By Jill M. Golsen, DMD
If your tongue and cheeks have ever felt like they are stuck to your teeth or your mouth has felt like it is stuffed with cotton, then you know what I am talking about. What you are experiencing is called xerostomia, also known as dry mouth. Other signs include sores in the corner of the mouth, general plaque, dry nasal passages, bad breath, being thirsty, and trouble swallowing.
Medications: chances are, if you are taking any medication, from antihistamines to antidepressants, you can experience dry mouth. Look at the label for side effects and see if dry mouth or xerostomia is listed.
Smoking: nicotine dries the tissue inside the mouth and dehydrates it. Don’t smoke or “dip.”
Disease: Sjögren’s syndrome, rheumatoid arthritis, diabetes, cancer treatments and more can cause dry mouth.
Why is Dry Mouth a Bad Thing?
We need our saliva to flow like a river through our teeth, over our cheeks and gums to lubricate the tissue, digest our food, and control the bacterial and fungal population.
When the flow is slowed, the first thing we encounter is an overgrowth of the bacteria that can cause everything to spiral downhill. Once the more than 200 types of bad bacteria take hold to the sticky plaque in your mouth, the bacteria go to town by eating enamel, poisoning your gum tissue, and causing decay and bleeding red gums. All of this leads to dental decay and periodontal disease if left alone.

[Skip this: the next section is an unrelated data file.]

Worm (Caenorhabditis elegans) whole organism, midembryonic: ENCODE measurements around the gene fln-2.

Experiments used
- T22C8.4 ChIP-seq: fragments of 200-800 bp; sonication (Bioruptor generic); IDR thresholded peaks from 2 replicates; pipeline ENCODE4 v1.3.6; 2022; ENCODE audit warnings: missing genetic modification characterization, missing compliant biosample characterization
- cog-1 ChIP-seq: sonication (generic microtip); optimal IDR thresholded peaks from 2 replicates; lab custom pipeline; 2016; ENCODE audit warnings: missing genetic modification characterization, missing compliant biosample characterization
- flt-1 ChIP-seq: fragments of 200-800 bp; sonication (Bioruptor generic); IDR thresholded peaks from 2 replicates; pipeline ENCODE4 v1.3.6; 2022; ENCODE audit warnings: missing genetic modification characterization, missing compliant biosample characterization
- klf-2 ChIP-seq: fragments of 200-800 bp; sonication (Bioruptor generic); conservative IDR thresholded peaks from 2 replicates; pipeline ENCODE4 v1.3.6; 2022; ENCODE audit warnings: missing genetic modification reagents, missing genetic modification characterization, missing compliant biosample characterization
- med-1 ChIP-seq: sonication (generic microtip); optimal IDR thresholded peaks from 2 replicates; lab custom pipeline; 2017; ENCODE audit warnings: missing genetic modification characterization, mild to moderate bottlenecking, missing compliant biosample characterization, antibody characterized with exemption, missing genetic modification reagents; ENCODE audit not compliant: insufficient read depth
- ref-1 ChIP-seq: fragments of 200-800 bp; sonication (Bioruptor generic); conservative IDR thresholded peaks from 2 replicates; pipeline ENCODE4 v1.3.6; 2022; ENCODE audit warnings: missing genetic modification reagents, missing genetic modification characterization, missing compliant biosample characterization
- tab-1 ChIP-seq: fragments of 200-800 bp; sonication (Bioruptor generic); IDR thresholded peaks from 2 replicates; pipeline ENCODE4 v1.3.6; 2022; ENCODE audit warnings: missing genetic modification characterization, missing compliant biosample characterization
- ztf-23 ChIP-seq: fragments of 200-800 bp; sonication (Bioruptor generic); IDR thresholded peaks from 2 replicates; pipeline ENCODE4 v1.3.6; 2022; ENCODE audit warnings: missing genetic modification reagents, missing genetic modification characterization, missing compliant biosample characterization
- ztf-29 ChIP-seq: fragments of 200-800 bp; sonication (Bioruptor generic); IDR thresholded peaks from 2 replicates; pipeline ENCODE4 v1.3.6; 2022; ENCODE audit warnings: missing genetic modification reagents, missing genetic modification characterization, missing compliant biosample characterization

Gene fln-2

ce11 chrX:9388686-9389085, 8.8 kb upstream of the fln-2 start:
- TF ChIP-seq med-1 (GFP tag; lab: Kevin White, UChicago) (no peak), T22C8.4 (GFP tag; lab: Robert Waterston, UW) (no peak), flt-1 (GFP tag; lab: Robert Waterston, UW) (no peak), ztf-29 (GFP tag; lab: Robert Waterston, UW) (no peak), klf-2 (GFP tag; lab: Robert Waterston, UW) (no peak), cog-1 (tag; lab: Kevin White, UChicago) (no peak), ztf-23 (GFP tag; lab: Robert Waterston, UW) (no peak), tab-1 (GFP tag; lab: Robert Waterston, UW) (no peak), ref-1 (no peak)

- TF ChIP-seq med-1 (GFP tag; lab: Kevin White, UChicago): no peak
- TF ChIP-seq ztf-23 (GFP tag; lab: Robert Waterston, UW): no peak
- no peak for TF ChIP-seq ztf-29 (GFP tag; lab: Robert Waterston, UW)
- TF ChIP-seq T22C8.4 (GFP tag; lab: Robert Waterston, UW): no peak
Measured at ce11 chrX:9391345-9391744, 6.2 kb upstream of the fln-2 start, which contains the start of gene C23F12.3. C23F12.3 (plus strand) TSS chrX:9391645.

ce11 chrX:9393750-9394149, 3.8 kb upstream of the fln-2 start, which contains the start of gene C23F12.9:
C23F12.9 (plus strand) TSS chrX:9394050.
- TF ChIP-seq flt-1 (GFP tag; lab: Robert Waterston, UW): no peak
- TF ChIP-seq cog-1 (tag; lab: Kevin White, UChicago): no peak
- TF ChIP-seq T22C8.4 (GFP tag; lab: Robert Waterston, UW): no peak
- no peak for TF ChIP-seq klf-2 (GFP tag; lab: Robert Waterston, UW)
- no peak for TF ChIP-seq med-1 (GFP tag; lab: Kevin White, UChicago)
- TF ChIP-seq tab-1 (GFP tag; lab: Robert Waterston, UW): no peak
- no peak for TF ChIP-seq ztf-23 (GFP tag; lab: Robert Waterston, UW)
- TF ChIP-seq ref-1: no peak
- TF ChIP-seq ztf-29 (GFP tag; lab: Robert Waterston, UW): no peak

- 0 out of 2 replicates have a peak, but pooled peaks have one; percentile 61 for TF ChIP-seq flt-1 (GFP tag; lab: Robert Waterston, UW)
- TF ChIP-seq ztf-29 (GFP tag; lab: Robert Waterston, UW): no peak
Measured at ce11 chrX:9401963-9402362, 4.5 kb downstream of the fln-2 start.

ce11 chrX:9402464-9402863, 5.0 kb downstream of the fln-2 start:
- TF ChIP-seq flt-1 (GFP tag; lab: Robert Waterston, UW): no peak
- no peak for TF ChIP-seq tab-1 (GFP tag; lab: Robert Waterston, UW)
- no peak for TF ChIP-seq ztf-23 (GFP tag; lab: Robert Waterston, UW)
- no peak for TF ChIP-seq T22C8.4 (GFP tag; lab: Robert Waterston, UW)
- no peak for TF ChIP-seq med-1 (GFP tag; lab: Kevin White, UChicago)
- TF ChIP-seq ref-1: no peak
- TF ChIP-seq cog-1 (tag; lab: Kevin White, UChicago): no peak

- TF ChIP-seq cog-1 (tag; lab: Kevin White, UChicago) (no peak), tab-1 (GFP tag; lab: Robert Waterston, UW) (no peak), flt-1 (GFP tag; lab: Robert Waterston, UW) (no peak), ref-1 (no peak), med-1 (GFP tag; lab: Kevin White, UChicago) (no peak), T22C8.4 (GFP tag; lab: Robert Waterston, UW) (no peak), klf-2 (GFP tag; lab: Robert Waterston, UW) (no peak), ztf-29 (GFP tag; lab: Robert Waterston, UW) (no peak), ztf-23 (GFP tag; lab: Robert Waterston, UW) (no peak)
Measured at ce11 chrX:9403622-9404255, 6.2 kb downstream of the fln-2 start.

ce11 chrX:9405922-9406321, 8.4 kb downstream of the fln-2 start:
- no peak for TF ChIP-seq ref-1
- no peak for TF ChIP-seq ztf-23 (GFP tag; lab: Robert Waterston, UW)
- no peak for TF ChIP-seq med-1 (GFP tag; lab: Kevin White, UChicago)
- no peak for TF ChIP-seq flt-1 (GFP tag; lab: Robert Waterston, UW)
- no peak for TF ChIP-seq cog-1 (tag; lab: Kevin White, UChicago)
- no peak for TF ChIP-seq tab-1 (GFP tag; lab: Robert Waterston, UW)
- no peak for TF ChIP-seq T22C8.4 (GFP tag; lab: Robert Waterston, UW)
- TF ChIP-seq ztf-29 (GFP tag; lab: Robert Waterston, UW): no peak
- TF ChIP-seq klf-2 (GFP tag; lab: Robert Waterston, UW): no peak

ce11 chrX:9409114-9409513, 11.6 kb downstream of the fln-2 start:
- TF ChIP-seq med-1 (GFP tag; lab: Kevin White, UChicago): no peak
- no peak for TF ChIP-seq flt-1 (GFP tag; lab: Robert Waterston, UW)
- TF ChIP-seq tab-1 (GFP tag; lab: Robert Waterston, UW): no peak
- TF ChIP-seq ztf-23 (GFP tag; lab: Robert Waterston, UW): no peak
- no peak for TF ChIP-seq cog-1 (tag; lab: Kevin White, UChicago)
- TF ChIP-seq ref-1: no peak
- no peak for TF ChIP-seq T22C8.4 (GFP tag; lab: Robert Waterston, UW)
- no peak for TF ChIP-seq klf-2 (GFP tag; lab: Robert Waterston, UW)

When we see a patient with dry mouth symptoms, they usually don’t recognize what has caused this problem. If we can’t identify a medication they might be taking that could be the cause, we look for a disease that might be creeping up on them.
If it’s a medication, the patient needs to limit sugary drinks, simple carbs, and stick to water to hydrate their mouth while taking that medication. Sometimes another medication can be substituted—ask your doctor or pharmacist. There are some over-the-counter mouthwashes and lozenges available for rehydration for the chronic issues caused by a disease.
The Final Word
If you are experiencing dry mouth (xerostomia), see a dentist and make sure your gums and teeth are not experiencing the bad effects of it! Decay and gum disease are expensive to treat and if you can catch this early, we can prevent bad things from happening.
Golsen Family Dentistry • Jill M. Golsen, DMD • (770) 667-0669 • GolsenDental.com